A reader writes:
I was raised Jewish in Tulsa, Oklahoma and I've been thinking about this notion of Jewish "persecutionism" for quite a while.
I spent my early years in Sunday school --like every other Jew I know-- being force fed a diet of Jewish persecution stories. We were either getting kicked out of one country or massacred in another or being forced into hiding somewhere else...and that's not to mention the hours and hours we spent learning about the Holocaust. Endless films of emaciated Jews and readings of the Diary of Anne Frank and statistics from before and after the war and etc. Plus there were the many wars Israel fought in, the many times they were attacked by their neighbors during holy-days or asleep in their beds.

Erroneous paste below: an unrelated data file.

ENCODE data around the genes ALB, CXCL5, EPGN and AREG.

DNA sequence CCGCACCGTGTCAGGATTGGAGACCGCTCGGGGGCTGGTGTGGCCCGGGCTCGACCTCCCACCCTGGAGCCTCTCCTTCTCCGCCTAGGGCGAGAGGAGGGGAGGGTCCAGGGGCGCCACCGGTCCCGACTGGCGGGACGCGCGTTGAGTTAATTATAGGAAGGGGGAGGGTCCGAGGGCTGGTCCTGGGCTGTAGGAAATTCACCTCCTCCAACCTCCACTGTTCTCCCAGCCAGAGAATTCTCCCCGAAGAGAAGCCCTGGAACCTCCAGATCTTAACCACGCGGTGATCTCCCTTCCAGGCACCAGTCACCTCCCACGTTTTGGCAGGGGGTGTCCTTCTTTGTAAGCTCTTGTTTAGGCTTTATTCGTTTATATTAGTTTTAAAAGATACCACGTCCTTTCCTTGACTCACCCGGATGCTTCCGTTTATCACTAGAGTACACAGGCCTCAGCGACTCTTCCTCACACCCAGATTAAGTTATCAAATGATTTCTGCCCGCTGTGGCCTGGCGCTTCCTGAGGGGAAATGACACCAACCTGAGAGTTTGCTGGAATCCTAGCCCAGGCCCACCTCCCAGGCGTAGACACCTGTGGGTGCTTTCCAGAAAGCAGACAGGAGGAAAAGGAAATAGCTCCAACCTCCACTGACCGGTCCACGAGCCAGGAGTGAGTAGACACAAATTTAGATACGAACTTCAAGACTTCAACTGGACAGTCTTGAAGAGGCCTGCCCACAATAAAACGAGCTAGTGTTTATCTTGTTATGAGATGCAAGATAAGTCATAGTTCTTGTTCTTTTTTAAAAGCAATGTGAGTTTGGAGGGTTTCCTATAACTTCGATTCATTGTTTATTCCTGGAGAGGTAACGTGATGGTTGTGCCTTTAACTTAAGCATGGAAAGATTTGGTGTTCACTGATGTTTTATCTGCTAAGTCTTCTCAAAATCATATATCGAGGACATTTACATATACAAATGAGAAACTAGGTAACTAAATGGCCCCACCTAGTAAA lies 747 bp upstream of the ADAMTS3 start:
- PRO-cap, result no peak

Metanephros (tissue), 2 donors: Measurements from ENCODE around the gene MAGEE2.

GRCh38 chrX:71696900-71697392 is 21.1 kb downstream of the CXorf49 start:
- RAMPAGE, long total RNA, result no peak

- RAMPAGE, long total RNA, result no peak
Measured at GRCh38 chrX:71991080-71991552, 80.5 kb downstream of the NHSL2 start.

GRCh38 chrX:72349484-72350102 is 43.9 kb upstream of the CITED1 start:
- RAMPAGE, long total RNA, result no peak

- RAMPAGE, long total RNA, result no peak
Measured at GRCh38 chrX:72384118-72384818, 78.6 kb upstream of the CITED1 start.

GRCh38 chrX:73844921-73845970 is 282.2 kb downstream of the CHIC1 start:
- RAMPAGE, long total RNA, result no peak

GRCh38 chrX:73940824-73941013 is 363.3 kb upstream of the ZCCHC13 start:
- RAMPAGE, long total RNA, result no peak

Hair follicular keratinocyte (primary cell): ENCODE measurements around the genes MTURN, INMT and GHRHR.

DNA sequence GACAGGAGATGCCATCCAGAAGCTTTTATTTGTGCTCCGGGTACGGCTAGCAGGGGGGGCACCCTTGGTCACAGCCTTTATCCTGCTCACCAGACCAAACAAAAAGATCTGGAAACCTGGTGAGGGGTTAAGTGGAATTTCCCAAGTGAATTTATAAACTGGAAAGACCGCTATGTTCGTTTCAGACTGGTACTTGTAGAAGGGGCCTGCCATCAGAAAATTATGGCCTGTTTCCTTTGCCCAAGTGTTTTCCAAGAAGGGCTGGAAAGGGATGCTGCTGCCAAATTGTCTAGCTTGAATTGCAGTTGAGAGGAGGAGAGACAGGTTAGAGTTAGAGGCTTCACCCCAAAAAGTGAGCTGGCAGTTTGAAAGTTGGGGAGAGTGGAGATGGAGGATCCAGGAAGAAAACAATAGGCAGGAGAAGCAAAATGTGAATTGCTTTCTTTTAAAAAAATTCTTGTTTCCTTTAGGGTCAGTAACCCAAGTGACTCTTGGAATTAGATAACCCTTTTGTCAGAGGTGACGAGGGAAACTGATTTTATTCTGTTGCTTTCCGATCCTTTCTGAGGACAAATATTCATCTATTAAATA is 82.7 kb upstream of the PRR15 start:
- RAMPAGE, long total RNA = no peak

My entire self-concept as a Jew was based around the idea that Jews are simply not safe anywhere and must maintain perpetual militaristic
vigilance both personally and culturally. It's like some kind of cultural post-traumatic stress disorder. Hopefully soon Jews will stop indoctrinating their children to perpetually look over their shoulders for the next Hitler (or Torquemada), but I wouldn't be surprised if it doesn't take some time and until then self-pity and paranoia will continue to define the Jewish experience, for both Jews and non-Jews around the world.